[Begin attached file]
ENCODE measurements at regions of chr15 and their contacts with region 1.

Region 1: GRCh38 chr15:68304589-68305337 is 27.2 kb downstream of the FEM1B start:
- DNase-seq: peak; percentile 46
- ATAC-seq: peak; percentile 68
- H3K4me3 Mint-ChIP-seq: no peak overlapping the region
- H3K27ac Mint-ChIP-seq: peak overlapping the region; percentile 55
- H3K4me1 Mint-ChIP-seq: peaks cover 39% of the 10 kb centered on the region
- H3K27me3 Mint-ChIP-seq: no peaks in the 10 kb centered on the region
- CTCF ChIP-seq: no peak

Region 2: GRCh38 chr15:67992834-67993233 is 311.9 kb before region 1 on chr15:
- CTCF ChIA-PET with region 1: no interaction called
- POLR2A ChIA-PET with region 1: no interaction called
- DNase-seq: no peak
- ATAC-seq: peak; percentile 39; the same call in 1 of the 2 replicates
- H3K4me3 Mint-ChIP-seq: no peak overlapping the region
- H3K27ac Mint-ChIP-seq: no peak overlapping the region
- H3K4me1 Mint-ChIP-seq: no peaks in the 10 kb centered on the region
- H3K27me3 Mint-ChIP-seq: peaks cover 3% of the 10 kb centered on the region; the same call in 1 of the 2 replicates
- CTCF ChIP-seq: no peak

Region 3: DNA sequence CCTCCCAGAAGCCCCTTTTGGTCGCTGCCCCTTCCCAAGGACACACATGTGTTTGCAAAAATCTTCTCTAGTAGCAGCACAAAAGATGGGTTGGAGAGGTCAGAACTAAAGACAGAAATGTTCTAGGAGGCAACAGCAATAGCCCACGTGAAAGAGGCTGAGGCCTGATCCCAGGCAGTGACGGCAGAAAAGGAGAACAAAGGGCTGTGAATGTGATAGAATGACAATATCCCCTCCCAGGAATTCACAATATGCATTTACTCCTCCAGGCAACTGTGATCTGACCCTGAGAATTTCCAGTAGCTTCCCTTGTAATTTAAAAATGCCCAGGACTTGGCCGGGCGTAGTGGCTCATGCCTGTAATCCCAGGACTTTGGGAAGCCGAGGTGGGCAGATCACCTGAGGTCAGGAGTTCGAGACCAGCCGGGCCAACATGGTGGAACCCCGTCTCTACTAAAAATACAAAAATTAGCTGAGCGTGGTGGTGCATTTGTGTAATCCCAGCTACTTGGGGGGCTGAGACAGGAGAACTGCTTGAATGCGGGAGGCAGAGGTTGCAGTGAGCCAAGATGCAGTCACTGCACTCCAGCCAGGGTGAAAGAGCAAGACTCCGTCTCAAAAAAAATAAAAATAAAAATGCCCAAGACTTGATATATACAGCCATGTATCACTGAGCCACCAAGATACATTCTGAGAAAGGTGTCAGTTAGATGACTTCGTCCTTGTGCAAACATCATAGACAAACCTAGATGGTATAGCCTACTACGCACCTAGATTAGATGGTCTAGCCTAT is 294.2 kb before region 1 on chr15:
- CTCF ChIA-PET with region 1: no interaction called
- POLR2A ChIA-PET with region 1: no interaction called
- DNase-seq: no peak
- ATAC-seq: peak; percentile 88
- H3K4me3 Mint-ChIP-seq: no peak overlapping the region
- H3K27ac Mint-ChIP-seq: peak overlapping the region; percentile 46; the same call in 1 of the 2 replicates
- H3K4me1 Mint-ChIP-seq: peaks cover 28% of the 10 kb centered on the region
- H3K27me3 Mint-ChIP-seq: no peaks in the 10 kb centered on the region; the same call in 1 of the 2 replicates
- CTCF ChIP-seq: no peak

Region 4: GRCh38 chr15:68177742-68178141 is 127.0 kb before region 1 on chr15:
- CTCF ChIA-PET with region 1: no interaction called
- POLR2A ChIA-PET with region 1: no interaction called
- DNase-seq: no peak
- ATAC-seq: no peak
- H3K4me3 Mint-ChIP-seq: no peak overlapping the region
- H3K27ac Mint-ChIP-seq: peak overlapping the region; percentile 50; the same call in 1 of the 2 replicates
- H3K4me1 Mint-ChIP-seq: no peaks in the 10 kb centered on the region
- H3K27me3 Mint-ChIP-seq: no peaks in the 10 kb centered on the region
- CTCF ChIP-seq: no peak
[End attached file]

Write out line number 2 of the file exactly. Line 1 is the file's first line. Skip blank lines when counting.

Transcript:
Region 1: GRCh38 chr15:68304589-68305337 is 27.2 kb downstream of the FEM1B start: